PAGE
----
Can writing fiction change reality?

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Anger hurts. Anger reacts and retaliates. Anger consumes like fire among tinder.

Anger rages in so many parts of our world. Wars and political uprisings, invasions, murder and brutality spill from one country to another and onto our own city streets. An ostrich approach is tempting except we know anger won’t disappear just because we shield our eyes from it. In fact, if we’re not paying attention it can overtake us like a wildfire.

There is an ad for Amnesty International on television right now, showing three hooligans beating a young man. As they raise rifles to shoot him, they discover the eyes of the camera recording the incident and, conscious of being seen, lower their weapons and walk away. The caption suggests public awareness makes a difference. But does it make enough of a difference?

Awareness is a first step, but awareness that doesn’t result in action is ineffective. Without action there won’t be change.  And that completes the circle, because without change there is more frustration, more anger.

Like smoldering peat, creeping subsurface after a fire, the underlying causes of anger are hard to extinguish.

Helplessness is infuriating. Sometimes I wish for the days of ignorance, where television and newspapers didn’t invade my life with images and information reflecting hate. Did all the publicity perpetuate it, or has it always existed but without such widespread recognition?

Works of non-fiction document the truth that surrounds us. Fiction creates worlds where truth becomes whatever we want it to be. Sometimes I am asked why I choose to write fiction, and the only answer I can verbalize is that I want to create a happily ever after. I wish it for everyone but can only make it happen for my characters. That’s better than nothing.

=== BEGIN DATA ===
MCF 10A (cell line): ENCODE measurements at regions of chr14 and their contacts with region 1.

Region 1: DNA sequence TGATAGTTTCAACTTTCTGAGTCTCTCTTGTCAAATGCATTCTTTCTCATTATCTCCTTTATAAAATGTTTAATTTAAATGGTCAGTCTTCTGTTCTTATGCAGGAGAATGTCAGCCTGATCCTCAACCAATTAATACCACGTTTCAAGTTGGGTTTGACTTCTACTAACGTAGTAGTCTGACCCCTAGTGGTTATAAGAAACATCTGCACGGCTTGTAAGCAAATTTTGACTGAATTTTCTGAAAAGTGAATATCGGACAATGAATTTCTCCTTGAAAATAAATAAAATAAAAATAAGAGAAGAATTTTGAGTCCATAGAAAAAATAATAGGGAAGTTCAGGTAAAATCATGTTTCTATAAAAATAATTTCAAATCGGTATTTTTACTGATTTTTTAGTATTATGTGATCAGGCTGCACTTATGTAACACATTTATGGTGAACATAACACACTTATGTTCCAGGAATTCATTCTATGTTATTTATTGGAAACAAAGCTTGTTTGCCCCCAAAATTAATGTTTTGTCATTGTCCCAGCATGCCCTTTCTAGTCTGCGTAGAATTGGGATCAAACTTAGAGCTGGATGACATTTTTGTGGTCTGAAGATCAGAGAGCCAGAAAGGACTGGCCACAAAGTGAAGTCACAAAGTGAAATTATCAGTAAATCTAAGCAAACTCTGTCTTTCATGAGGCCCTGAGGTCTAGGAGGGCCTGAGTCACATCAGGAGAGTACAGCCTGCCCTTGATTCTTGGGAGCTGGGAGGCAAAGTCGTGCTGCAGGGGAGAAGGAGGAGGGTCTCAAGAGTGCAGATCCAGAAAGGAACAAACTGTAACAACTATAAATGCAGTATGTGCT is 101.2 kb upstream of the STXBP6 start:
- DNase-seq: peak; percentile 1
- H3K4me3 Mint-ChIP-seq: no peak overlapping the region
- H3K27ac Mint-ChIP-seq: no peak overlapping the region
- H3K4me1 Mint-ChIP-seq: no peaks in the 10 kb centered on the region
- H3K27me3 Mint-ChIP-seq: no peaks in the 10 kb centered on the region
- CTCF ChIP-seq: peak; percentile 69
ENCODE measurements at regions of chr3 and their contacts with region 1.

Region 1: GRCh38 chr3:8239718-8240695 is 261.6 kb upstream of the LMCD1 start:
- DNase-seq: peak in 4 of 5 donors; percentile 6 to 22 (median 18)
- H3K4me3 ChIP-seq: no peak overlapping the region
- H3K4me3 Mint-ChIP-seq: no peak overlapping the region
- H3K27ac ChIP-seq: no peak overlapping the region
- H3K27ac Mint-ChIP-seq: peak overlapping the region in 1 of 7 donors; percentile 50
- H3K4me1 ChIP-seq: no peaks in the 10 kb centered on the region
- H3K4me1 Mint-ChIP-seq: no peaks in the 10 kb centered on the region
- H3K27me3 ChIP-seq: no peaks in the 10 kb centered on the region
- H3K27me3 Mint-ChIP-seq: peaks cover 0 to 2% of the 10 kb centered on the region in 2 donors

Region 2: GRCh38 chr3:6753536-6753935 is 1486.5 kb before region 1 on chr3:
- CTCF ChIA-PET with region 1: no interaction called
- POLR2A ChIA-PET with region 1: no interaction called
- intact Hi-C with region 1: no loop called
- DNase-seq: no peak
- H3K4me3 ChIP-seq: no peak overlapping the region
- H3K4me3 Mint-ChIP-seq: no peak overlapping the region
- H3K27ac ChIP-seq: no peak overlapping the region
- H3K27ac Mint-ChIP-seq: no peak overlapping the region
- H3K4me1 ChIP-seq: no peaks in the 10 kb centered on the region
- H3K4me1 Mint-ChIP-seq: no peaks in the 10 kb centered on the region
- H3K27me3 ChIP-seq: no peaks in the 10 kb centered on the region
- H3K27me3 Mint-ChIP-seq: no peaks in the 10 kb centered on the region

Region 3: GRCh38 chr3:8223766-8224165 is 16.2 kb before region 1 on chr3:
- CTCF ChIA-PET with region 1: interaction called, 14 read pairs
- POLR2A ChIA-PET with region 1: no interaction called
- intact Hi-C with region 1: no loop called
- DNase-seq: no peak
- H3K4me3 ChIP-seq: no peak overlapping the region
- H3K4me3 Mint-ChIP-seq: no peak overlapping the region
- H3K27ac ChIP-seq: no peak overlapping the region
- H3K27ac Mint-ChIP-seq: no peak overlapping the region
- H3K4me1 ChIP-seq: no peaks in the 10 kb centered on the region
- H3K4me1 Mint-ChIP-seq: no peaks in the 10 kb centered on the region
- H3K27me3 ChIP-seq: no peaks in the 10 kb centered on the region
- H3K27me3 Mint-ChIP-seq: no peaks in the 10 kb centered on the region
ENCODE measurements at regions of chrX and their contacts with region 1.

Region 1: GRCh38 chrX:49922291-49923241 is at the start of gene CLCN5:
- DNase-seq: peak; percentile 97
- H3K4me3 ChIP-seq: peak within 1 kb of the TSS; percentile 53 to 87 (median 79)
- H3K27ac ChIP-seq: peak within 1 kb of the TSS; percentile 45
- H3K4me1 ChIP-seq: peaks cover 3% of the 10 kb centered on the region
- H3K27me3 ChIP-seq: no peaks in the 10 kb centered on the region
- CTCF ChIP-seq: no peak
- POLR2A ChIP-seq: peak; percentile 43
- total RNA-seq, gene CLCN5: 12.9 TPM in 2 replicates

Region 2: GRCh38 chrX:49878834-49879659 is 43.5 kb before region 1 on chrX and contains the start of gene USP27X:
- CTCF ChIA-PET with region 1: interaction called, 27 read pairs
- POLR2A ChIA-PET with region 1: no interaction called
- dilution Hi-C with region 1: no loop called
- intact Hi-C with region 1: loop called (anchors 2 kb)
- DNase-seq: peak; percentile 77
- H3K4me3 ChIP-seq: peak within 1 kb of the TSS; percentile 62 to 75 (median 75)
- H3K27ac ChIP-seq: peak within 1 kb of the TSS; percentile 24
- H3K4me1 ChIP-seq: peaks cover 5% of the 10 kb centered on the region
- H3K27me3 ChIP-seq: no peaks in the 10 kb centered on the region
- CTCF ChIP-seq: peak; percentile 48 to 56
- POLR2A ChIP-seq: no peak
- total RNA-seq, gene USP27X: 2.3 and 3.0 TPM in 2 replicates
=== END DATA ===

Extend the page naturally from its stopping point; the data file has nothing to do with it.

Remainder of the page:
What motivates the kind of stories you choose to write?

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Real Life Murder Story

Guns and gangs, murder and mayhem — it sounds like the makings of another great murder mystery, except this time it’s real life in the Fraser Valley during the past two weeks.

 

Three infamous gangster brothers, Jonathan, Jarrod and Jamie Bacon, are linked to a drug gang known as the Red Scorpions. They live in Abbotsford, BC, under camera surveillance by the RCMP who have also issued a warning to the community “to steer clear of the Bacons, their family and friends” because rivals have been killing their associates, one by one, in locations around the lower mainland.

 

People are being shot down in apartment buildings, outside restaurants, in shopping malls, and innocent bystanders are being caught in the crossfire. It feels surreal. But how our communities are proposing to deal with it is just as bizarre.

 

In Langley where the most recent incident took place, the mayor in a TV news interview said that stopping the violence is “a legislative thing.” The brother-in-law of one of the victims thinks along the same lines, saying “[Attorney-General] Wally Oppal had better do something about it now.” On talk radio yesterday I heard a caller say, “Parliament has to outlaw the use of illegal firearms.” Oh, sure… just tell the gangs their weapons are illegal and no doubt they’ll hand them right over.

 

I can’t believe they think the solution is that simple. If it were, our communities would have been violence-free centuries ago. While I don’t know what the answer is, I know it won’t be discovered by expecting someone else to find it.